While my friends, colleagues and family surrounded me with love, it was my grandchildren who kept me focused on the joys of life. I adore each of them: two little four-year-old boys (my daughters gave birth at the same time); a beautiful blonde, green-eyed granddaughter; and a seven-year-old grandson, my eldest. I spent as much time with them as I could, and did not spare the hugs and kisses. I focused my thoughts on being with them when they graduate from high school, because I wholeheartedly wish to participate in every aspect of their lives as they pass from childhood to adulthood.

The truth is, I’m a very private person. I was reluctant to step out and talk about my breast cancer experiences. I thought honestly that the people who know me are aware of what I went through. Why would others care or need to know? But then Richard Fain called me a few months ago and asked me to be a godmother to Celebrity’s newest Solstice-class ship, Silhouette. He told me that all of the other Solstice-class ship godmothers faced breast cancer, and they told their story to educate and help others who might experience it. I thought, maybe this was my destiny—to step out of my comfort zone and talk about my journey.

The christening was in Hamburg. Again, I was accompanied by a “dream team”—Jo and Horst Engel, Susan Reder and Ellen Kalish (co-owner of CruiseCenter in Houston). The audience was predominately German and European. After the incredible ceremony, many men and women came up to me and thanked me for telling my story. One woman said, “If I am ever diagnosed with cancer, I will remember you and I won’t be afraid.” That was so powerful…I’ll never forget her words.

Supporting Susan G. Komen

So, stepping out is something I’m doing now. The Signature board has recently made a decision to support breast cancer research and awareness programs. Every successful company should “give back” and have a charitable endeavor—this will be ours. So many women within the Signature organization have been touched by this disease.

While there are other foundations, it was determined that the Susan G. Komen foundation provided more local opportunities that would enable members to get involved. I love the ad Signature’s ad agency created for this edition of Travel Agent magazine. The program, as of this writing, isn’t fully developed, but Executive VP Ignacio Maza, a dear, longtime friend, will be spearheading Signature’s efforts.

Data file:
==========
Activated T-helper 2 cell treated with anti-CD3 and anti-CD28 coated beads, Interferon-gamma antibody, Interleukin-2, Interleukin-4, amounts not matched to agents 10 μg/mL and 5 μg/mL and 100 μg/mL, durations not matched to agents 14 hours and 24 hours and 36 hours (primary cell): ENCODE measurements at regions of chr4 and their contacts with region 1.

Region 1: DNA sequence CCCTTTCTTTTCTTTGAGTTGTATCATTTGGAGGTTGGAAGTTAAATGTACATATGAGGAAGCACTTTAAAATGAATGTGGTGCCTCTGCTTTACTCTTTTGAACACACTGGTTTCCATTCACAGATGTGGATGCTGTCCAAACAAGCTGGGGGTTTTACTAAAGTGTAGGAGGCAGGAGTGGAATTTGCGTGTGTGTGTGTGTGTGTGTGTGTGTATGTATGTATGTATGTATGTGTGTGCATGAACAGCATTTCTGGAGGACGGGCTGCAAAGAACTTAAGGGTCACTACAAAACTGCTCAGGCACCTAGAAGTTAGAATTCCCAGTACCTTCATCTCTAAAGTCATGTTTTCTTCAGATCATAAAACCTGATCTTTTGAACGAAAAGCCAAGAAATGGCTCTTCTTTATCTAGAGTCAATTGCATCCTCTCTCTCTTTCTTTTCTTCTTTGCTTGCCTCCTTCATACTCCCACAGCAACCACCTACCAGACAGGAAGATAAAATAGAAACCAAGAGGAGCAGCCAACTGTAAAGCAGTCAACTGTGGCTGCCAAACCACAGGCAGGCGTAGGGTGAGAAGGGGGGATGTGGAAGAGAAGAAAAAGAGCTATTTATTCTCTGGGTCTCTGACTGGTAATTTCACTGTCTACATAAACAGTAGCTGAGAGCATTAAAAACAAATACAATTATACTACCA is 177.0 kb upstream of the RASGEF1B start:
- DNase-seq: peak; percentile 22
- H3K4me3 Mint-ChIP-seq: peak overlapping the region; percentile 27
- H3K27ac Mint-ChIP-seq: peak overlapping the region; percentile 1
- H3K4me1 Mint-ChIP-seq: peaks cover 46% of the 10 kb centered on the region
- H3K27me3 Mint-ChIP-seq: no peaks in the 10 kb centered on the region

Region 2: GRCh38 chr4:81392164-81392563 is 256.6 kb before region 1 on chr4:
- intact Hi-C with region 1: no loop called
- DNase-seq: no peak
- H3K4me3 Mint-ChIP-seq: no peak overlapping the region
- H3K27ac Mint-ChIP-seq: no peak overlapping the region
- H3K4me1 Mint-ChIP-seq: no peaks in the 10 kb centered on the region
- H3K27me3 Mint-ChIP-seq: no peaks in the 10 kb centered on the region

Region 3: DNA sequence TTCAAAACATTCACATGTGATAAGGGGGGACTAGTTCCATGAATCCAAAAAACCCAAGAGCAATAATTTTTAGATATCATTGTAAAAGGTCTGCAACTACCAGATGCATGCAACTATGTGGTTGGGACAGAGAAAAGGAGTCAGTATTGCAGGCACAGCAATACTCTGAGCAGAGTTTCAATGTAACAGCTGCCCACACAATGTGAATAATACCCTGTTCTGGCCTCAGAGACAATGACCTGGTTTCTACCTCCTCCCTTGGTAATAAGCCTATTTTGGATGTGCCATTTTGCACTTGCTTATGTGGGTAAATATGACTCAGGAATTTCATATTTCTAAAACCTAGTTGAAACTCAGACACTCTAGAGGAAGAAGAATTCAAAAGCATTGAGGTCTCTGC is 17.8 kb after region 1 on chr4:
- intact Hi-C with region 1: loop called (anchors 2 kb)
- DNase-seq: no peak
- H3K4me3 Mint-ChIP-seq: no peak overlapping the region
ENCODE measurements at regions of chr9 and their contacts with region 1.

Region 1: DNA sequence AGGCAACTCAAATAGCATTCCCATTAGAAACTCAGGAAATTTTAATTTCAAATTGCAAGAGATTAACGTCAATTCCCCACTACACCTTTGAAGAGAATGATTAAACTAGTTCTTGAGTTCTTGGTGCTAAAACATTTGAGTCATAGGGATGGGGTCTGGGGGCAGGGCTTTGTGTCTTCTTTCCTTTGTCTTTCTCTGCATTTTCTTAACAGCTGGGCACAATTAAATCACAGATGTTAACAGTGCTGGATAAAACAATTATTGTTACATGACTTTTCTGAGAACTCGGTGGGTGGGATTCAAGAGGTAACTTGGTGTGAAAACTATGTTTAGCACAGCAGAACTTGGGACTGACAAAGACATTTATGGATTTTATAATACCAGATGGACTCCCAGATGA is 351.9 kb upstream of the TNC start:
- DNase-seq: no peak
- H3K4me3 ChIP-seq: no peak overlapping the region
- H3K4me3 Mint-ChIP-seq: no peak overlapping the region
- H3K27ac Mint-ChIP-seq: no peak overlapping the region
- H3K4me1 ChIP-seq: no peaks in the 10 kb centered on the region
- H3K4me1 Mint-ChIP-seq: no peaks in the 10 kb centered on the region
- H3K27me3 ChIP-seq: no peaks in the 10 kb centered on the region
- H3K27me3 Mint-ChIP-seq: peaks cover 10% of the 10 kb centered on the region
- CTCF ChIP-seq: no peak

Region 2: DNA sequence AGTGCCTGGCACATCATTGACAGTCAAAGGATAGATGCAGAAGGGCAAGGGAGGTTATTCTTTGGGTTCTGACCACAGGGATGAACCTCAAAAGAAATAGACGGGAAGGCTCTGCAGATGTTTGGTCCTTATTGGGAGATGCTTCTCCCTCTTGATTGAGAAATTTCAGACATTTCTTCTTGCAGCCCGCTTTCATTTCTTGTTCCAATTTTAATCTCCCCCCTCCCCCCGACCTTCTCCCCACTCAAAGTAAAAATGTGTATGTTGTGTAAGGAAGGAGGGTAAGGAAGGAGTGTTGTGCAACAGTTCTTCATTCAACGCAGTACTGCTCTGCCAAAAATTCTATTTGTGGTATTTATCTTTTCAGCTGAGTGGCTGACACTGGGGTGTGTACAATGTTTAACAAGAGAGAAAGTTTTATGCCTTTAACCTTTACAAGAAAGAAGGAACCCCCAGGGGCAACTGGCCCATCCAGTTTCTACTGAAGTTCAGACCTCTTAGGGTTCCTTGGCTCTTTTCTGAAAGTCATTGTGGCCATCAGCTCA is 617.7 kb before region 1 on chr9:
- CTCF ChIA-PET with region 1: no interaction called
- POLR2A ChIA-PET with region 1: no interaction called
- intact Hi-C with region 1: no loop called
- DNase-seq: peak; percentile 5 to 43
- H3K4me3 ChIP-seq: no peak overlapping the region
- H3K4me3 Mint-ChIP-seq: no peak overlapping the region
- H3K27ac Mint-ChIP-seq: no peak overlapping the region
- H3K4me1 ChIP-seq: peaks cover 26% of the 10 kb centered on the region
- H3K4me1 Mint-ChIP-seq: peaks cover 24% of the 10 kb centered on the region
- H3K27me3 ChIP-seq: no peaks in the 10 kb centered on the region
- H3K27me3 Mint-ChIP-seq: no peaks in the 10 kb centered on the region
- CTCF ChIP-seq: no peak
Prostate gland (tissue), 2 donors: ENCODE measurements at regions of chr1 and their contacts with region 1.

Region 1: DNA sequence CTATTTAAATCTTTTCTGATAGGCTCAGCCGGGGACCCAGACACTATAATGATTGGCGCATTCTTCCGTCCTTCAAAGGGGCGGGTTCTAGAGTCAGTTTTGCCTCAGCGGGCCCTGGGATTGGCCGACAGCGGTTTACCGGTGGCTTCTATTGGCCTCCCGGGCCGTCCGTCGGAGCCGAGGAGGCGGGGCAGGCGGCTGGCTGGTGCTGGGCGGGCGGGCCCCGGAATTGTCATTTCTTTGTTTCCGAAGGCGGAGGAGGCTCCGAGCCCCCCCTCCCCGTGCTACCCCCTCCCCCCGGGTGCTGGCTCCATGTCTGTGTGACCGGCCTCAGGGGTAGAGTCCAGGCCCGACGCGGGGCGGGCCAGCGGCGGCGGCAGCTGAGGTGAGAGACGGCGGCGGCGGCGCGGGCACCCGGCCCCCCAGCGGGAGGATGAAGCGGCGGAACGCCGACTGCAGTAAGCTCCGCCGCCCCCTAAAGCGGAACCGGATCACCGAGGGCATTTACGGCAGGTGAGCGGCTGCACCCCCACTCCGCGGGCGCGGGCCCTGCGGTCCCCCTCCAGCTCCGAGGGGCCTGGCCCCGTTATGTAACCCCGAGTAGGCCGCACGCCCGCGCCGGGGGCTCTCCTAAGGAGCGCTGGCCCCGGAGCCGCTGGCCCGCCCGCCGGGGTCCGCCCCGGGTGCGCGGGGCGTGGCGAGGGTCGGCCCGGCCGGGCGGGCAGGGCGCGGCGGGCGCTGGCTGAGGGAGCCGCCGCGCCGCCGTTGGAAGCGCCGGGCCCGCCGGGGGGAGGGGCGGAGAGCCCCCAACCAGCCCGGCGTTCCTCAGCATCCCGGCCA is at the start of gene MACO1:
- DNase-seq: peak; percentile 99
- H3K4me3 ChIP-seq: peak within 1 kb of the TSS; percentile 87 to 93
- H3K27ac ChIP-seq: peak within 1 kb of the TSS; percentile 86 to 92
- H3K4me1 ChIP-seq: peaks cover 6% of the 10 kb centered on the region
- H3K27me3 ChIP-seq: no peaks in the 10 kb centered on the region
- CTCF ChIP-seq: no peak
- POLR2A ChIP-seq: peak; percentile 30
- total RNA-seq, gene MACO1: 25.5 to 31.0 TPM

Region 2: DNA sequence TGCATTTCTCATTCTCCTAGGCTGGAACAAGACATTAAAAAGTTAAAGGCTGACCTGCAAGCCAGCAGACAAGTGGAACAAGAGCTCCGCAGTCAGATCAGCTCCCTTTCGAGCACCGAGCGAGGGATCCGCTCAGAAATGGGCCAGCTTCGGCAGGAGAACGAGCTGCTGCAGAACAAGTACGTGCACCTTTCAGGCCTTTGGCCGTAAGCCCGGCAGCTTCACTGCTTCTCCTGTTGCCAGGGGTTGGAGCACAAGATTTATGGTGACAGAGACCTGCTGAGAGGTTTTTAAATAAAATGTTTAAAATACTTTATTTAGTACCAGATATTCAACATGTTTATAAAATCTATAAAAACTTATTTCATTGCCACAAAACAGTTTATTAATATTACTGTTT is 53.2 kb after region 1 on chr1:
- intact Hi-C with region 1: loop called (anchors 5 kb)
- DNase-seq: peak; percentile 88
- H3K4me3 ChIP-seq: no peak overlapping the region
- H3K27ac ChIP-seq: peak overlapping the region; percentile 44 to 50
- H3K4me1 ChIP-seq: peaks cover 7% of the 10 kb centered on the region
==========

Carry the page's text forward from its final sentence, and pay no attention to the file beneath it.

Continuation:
Susan G. Komen for the Cure

As our cover subject for this year’s Pink Issue, we asked Michelle Morgan which foundation she would like us to provide a percentage of the proceeds for the “pink” ads appearing in this issue. She chose Susan G. Komen for the Cure. Here is their story:

Susan G. Komen for the Cure began in 1982, when Nancy Brinker promised her dying sister, Susan Komen, that she would continue Komen’s battle against the cancer that was killing her. Today, says Leslie Aun, vice president of marketing, Komen for the Cure is the world’s largest grassroots network of breast cancer survivors and activists, and the number-two top funder for breast cancer research—second only to the U.S. government. “We gave out $60 million in research grants this year alone,” Aun says.

After years of events such as the Komen Race for the Cure, Three-Day for the Cure and Marathon for the Cure, the foundation has invested more than $1.9 billion in this battle, making it the world’s largest source of nonprofit funds dedicated to fighting breast cancer. A full 75 percent of funds raised remain local, paying for transportation to doctors’ appointments; free mammograms, which help in the early detection of breast cancer; and even wigs for chemotherapy patients. (The other 25 percent goes to the national level, Aun adds, funding research grants and advocacy work.) “We’re trying to tackle the toughest problems [and] find solutions,” Aun says.

The foundation’s impressive accomplishments over the last 29 years include:

* Nearly 75 percent of women over 40 years of age now receive regular mammograms. (In 1982, less than 30 percent received a clinical exam.)

* The five-year survival rate for breast cancer, when caught early, is now 98 percent (compared to 74 percent in 1982).

* The federal government now spends $900+ million each year on breast cancer research, treatment and prevention (compared to $30 million in 1982).

* There are now more than 2.5 million breast cancer survivors in America alone. To donate, visit ww5.komen.org/Donate/Donate.html.